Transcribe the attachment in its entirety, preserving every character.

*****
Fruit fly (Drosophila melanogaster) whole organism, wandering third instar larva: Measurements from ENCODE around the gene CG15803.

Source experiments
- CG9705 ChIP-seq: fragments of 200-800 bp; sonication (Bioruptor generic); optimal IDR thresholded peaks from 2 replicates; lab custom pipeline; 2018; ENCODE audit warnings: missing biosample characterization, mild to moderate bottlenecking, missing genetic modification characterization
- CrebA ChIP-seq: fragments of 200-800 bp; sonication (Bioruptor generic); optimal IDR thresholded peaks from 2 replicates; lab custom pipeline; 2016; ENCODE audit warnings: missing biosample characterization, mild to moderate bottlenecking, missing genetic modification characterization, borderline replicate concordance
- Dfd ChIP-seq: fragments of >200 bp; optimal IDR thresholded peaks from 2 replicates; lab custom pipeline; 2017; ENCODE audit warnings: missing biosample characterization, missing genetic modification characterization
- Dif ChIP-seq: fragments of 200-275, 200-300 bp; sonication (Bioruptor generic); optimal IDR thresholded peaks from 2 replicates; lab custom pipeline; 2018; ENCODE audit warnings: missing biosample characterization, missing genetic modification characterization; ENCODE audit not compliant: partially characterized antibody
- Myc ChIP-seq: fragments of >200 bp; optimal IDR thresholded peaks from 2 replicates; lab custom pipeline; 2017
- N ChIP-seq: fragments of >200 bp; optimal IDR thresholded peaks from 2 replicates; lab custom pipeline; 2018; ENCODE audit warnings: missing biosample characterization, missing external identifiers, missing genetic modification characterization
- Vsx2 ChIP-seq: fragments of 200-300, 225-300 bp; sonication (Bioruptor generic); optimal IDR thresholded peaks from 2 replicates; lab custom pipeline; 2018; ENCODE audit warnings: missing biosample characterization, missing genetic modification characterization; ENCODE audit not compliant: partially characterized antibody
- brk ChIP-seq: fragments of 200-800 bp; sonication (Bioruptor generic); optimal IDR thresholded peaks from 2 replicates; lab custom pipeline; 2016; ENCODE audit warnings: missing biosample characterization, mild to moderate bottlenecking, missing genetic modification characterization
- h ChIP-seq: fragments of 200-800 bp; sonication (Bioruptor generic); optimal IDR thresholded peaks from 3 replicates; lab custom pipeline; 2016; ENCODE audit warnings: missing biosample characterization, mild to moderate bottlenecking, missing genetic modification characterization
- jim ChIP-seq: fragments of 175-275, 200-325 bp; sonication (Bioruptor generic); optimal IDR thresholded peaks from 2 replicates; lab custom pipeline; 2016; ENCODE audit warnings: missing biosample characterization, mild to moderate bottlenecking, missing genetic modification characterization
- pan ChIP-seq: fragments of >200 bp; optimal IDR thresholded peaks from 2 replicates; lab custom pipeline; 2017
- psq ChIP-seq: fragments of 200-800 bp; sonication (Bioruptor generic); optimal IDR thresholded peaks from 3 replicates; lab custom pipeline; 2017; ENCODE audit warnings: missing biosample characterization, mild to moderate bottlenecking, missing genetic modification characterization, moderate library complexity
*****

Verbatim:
Fruit fly (Drosophila melanogaster) whole organism, wandering third instar larva: Measurements from ENCODE around the gene CG15803.

Source experiments
- CG9705 ChIP-seq: fragments of 200-800 bp; sonication (Bioruptor generic); optimal IDR thresholded peaks from 2 replicates; lab custom pipeline; 2018; ENCODE audit warnings: missing biosample characterization, mild to moderate bottlenecking, missing genetic modification characterization
- CrebA ChIP-seq: fragments of 200-800 bp; sonication (Bioruptor generic); optimal IDR thresholded peaks from 2 replicates; lab custom pipeline; 2016; ENCODE audit warnings: missing biosample characterization, mild to moderate bottlenecking, missing genetic modification characterization, borderline replicate concordance
- Dfd ChIP-seq: fragments of >200 bp; optimal IDR thresholded peaks from 2 replicates; lab custom pipeline; 2017; ENCODE audit warnings: missing biosample characterization, missing genetic modification characterization
- Dif ChIP-seq: fragments of 200-275, 200-300 bp; sonication (Bioruptor generic); optimal IDR thresholded peaks from 2 replicates; lab custom pipeline; 2018; ENCODE audit warnings: missing biosample characterization, missing genetic modification characterization; ENCODE audit not compliant: partially characterized antibody
- Myc ChIP-seq: fragments of >200 bp; optimal IDR thresholded peaks from 2 replicates; lab custom pipeline; 2017
- N ChIP-seq: fragments of >200 bp; optimal IDR thresholded peaks from 2 replicates; lab custom pipeline; 2018; ENCODE audit warnings: missing biosample characterization, missing external identifiers, missing genetic modification characterization
- Vsx2 ChIP-seq: fragments of 200-300, 225-300 bp; sonication (Bioruptor generic); optimal IDR thresholded peaks from 2 replicates; lab custom pipeline; 2018; ENCODE audit warnings: missing biosample characterization, missing genetic modification characterization; ENCODE audit not compliant: partially characterized antibody
- brk ChIP-seq: fragments of 200-800 bp; sonication (Bioruptor generic); optimal IDR thresholded peaks from 2 replicates; lab custom pipeline; 2016; ENCODE audit warnings: missing biosample characterization, mild to moderate bottlenecking, missing genetic modification characterization
- h ChIP-seq: fragments of 200-800 bp; sonication (Bioruptor generic); optimal IDR thresholded peaks from 3 replicates; lab custom pipeline; 2016; ENCODE audit warnings: missing biosample characterization, mild to moderate bottlenecking, missing genetic modification characterization
- jim ChIP-seq: fragments of 175-275, 200-325 bp; sonication (Bioruptor generic); optimal IDR thresholded peaks from 2 replicates; lab custom pipeline; 2016; ENCODE audit warnings: missing biosample characterization, mild to moderate bottlenecking, missing genetic modification characterization
- pan ChIP-seq: fragments of >200 bp; optimal IDR thresholded peaks from 2 replicates; lab custom pipeline; 2017
- psq ChIP-seq: fragments of 200-800 bp; sonication (Bioruptor generic); optimal IDR thresholded peaks from 3 replicates; lab custom pipeline; 2017; ENCODE audit warnings: missing biosample characterization, mild to moderate bottlenecking, missing genetic modification characterization, moderate library complexity